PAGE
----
When Chadwick Bozeman passed, it only took looking at social media to realize that his passing had an enormous impact. His life had an even bigger impact.

I can not even begin to understand the feeling, seeing the Black Panther where Black people were heroic, powerful. If it was anything near the impact of seeing Wonder Woman for the first time, it would have been profound. I would guess to an even higher extent, because the representation of Black folx as heroic, as kings, as dignified and worthy is even rarer than seeing white women as super heroes.

I remember almost crying when seeing Wonder Woman. I remember thinking “yes!” as Captain Marvel just didn’t bother with macho bullshit. I’m not Black. I can’t possibly know how it would feel to see someone like yourself on screen with the dignity of T’Challa. Be a king the way he was a king. But I do know what it felt like, for a few hours, to see a woman be heroic without the male gaze distorting her power, and it made me feel invincible. It made me feel there was a place in this world for me.

Before Wonder Woman, the only real power fantasy I had gotten the same unmitigated rush from was Egalia’s Daughters by Gerd Brantenberg. It’s a book where the gender roles are flipped. I remember buying it at a pocket shop at Stockholm’s Central Station, waiting for my train and while walking home and by the time the book was finished resurfacing to the real world, wondering if men felt so powerful all the time, so entitled. And I realized they probably do. The whole Western world is made for white men. No wonder they feel entitled. Everything is telling them they should be.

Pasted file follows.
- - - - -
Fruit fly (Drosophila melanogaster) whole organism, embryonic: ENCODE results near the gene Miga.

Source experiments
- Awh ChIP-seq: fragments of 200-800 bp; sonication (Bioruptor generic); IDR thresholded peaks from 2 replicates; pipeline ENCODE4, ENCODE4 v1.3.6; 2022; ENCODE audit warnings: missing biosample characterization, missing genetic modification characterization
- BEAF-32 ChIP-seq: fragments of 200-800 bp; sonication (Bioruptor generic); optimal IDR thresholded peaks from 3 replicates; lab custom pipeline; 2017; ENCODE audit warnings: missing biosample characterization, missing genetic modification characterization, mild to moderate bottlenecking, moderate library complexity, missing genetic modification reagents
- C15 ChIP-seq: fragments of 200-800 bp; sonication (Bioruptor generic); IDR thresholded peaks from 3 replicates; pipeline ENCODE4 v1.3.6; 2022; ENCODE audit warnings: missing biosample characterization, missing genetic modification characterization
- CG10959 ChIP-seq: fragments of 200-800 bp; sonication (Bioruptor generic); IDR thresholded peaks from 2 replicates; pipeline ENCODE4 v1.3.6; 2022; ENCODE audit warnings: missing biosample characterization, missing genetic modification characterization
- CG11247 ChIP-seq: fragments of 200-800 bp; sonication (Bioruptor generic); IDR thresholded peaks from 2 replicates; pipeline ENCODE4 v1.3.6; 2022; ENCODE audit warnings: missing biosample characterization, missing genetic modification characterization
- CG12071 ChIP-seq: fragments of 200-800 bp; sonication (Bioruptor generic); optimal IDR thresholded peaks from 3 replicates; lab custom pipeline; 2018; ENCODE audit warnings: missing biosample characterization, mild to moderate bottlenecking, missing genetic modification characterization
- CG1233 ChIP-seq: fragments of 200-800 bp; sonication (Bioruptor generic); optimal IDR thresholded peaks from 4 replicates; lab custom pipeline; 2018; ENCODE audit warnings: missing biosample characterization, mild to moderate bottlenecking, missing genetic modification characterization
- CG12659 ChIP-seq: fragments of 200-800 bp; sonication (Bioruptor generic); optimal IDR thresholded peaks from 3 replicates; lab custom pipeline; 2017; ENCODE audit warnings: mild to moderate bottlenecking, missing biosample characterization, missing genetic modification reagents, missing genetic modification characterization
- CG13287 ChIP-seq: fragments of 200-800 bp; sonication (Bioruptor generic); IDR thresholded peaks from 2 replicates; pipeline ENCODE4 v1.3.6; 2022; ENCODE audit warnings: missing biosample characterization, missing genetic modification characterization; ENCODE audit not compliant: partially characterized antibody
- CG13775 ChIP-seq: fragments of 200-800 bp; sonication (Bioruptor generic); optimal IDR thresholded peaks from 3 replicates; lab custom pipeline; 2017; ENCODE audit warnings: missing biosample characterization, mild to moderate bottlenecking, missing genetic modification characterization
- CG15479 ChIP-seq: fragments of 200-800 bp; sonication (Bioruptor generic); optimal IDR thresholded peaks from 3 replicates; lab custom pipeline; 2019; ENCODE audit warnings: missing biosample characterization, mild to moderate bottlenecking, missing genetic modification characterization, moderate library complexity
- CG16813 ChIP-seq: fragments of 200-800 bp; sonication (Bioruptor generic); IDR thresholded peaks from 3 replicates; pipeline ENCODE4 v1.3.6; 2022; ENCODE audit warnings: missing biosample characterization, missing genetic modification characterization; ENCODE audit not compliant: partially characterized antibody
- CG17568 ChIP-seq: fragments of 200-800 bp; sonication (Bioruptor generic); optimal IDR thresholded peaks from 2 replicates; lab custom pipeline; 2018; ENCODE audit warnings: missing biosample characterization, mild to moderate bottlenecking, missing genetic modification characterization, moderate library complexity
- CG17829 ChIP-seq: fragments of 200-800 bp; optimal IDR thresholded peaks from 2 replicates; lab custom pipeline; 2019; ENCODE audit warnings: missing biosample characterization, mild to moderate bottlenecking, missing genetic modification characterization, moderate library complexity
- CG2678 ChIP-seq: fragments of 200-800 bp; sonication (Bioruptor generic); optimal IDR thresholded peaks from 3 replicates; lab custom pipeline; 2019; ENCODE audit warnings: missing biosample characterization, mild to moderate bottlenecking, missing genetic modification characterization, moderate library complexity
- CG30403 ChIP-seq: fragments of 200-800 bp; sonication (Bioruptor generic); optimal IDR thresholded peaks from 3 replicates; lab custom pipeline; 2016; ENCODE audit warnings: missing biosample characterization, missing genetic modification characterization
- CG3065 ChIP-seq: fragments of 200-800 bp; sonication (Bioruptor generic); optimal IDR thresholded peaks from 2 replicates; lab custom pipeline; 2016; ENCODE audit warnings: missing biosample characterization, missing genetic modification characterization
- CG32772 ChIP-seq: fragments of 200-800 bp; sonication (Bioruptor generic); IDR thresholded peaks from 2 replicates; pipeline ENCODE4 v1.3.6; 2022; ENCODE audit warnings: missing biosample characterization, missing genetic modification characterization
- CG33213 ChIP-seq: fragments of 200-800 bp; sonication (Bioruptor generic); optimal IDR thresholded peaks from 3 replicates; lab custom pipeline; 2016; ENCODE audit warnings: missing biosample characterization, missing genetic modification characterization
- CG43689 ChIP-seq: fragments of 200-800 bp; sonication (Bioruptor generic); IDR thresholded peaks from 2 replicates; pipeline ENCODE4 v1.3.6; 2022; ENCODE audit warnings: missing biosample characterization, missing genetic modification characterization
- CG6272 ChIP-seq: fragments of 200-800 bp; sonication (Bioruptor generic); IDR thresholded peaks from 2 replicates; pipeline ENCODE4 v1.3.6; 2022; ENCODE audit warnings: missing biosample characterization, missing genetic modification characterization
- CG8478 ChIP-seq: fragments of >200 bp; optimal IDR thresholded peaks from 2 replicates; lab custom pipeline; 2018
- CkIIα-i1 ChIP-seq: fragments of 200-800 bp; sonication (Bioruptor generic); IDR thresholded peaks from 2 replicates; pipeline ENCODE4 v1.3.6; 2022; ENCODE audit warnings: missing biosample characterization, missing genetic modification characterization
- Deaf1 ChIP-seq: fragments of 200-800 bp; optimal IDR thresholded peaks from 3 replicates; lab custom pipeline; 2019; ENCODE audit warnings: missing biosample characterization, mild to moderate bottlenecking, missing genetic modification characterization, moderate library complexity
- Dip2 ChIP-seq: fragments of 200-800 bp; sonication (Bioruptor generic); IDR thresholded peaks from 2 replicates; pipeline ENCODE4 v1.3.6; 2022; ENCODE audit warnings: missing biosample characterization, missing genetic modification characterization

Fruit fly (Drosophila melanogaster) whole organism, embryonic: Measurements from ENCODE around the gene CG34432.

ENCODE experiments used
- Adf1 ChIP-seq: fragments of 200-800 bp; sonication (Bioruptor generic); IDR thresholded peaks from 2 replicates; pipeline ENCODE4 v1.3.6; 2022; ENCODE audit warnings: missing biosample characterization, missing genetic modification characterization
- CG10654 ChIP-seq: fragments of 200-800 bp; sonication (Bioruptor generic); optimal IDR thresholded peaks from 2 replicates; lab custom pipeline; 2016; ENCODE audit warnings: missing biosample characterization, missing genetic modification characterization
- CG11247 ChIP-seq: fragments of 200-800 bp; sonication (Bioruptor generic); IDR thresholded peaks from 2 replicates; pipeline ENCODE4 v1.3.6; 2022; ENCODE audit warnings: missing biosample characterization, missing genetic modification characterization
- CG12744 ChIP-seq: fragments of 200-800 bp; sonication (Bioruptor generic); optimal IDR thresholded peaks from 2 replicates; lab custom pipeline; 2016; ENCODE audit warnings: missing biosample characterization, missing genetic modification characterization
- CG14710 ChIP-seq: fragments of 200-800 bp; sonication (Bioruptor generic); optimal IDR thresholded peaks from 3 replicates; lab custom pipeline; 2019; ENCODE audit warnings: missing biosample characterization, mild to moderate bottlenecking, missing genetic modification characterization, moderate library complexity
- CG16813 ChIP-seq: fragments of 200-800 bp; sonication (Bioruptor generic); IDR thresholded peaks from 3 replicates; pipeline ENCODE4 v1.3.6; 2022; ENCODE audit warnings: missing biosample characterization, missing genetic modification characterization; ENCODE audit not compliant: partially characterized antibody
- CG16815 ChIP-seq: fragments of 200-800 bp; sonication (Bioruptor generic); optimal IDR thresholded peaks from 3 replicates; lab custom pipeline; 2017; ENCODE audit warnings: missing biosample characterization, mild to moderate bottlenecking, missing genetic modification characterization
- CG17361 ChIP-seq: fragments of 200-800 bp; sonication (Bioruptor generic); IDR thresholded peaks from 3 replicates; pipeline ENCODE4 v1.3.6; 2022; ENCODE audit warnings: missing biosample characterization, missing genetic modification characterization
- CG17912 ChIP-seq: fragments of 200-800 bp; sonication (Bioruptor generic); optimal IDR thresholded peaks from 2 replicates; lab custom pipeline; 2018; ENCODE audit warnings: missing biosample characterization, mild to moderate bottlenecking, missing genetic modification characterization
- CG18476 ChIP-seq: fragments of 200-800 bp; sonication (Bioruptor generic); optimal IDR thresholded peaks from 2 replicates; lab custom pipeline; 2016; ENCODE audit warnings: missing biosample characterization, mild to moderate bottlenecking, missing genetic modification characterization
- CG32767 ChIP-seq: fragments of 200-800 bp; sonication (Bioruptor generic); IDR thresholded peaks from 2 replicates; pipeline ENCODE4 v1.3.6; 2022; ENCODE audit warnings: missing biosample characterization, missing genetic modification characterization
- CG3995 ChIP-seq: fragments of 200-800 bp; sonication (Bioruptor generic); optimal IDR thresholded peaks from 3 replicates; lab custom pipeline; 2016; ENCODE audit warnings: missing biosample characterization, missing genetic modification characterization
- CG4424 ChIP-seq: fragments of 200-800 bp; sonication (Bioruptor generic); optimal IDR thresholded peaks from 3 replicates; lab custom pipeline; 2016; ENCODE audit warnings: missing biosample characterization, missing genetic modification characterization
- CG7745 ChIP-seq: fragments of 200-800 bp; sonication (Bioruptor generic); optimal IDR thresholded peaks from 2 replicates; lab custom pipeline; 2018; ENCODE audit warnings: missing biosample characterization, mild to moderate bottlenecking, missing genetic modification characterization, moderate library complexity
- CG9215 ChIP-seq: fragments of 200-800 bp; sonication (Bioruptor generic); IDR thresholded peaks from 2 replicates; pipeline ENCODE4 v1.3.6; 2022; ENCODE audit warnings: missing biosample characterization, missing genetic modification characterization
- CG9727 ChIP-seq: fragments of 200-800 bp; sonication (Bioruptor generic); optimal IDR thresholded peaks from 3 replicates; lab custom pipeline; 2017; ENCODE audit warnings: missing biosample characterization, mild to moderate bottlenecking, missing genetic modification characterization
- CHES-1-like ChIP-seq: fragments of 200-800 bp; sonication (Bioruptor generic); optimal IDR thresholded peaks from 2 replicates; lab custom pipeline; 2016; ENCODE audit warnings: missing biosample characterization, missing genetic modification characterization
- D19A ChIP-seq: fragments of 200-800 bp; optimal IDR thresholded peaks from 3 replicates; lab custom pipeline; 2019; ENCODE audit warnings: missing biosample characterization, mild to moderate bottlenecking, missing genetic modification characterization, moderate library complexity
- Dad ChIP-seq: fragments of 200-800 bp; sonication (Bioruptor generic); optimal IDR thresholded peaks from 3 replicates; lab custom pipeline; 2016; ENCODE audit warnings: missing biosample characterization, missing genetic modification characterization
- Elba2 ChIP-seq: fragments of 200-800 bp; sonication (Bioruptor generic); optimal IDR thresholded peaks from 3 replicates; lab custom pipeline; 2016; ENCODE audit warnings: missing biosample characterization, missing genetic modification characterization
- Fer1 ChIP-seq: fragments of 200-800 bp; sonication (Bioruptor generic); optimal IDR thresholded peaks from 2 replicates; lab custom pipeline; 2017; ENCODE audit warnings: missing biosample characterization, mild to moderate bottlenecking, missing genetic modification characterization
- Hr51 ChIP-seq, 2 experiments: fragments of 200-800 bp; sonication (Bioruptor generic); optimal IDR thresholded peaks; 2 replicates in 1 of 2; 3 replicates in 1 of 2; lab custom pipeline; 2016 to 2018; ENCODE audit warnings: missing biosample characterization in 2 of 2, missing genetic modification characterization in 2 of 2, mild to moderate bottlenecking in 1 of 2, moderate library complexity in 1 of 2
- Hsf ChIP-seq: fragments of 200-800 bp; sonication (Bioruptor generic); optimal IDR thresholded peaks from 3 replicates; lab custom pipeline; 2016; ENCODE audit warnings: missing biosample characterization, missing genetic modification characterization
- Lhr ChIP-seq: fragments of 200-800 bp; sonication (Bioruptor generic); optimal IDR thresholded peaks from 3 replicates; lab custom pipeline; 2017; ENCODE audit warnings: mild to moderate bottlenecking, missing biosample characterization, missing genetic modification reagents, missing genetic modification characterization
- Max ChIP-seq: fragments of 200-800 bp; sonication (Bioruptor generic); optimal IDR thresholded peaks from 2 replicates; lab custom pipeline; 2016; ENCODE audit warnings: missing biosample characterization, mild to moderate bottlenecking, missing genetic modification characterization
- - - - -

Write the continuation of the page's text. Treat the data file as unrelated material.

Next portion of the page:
There are countless studies I could quote around how the image projected about us as people set the expectations for what we can be, not just for others, but for ourselves.

If we’re never allowed to be amazing and wonderful and heroic in popular culture, it will require quite an effort to be amazing, wonderful and heroic in real life.

Honestly, we can’t let white men from the Western world control the narrative anymore. We have to change it, to let everyone of us in, and let every one of us be both represented and represented well.